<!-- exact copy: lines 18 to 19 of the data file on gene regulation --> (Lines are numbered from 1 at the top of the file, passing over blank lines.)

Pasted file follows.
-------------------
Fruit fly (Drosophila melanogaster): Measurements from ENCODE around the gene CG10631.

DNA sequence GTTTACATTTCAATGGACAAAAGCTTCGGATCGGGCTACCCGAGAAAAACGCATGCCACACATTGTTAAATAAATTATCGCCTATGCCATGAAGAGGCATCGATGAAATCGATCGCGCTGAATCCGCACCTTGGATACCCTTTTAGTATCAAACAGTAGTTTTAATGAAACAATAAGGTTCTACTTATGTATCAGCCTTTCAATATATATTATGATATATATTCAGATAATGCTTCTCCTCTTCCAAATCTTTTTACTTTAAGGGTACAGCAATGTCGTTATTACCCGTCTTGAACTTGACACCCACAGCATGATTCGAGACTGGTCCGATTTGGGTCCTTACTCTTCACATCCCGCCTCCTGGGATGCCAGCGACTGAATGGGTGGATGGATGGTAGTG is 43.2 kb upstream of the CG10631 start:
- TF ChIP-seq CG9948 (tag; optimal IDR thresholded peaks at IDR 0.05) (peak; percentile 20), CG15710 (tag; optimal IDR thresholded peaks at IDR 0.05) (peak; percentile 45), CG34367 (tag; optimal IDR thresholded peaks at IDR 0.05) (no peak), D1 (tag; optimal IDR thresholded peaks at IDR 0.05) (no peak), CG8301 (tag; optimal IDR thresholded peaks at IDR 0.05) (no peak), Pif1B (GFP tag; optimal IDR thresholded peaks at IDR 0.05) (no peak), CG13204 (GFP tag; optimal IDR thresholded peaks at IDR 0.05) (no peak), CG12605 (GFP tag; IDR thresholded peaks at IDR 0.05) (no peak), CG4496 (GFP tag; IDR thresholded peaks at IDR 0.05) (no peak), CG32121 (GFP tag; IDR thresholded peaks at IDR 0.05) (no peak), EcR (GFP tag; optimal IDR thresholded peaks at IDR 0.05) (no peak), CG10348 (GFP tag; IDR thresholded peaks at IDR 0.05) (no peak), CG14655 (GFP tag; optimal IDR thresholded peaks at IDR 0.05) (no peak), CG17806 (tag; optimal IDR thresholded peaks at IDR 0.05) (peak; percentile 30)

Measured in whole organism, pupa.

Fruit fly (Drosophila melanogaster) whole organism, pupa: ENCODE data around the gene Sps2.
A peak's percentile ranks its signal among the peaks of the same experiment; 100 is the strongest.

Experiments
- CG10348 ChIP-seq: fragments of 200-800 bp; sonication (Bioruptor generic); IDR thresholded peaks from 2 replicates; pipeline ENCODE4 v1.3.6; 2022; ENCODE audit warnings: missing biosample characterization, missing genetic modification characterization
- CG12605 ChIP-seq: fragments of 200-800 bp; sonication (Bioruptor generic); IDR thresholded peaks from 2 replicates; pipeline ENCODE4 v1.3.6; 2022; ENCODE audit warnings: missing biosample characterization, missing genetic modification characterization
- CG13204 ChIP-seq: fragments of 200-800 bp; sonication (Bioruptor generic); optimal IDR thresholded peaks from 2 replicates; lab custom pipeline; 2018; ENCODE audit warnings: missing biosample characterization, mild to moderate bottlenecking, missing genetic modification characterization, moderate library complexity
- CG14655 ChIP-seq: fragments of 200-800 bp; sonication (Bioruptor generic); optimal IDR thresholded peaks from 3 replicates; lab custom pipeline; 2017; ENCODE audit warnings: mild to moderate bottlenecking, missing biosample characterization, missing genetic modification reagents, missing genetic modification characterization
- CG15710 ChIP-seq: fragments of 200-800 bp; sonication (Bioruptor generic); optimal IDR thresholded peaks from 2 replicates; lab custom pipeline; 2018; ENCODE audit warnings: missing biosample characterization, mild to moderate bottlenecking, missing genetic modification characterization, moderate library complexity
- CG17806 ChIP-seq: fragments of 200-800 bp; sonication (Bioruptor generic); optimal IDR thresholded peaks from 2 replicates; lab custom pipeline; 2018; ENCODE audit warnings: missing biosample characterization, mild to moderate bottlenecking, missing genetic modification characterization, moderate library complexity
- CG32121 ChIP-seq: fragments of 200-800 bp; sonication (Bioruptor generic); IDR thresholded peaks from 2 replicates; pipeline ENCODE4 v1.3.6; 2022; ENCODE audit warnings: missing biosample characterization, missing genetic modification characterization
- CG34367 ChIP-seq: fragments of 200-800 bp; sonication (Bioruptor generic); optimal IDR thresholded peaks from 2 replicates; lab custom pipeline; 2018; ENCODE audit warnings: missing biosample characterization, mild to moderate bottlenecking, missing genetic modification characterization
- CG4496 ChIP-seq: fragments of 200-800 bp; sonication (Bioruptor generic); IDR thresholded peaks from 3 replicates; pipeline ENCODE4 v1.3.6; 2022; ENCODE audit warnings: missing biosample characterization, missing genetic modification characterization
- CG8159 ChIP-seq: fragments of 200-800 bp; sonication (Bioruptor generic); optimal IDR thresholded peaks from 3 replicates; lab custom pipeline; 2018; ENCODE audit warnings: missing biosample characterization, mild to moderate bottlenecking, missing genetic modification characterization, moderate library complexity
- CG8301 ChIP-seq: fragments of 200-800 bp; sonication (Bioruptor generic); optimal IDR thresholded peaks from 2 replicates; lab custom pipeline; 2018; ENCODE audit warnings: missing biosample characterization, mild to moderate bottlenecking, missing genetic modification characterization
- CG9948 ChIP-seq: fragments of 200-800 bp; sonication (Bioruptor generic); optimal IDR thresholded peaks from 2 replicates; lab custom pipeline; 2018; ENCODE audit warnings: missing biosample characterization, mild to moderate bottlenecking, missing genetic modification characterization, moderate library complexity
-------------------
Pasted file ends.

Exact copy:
- CG8301 ChIP-seq: fragments of 200-800 bp; sonication (Bioruptor generic); optimal IDR thresholded peaks from 2 replicates; lab custom pipeline; 2018; ENCODE audit warnings: missing biosample characterization, mild to moderate bottlenecking, missing genetic modification characterization
- CG9948 ChIP-seq: fragments of 200-800 bp; sonication (Bioruptor generic); optimal IDR thresholded peaks from 2 replicates; lab custom pipeline; 2018; ENCODE audit warnings: missing biosample characterization, mild to moderate bottlenecking, missing genetic modification characterization, moderate library complexity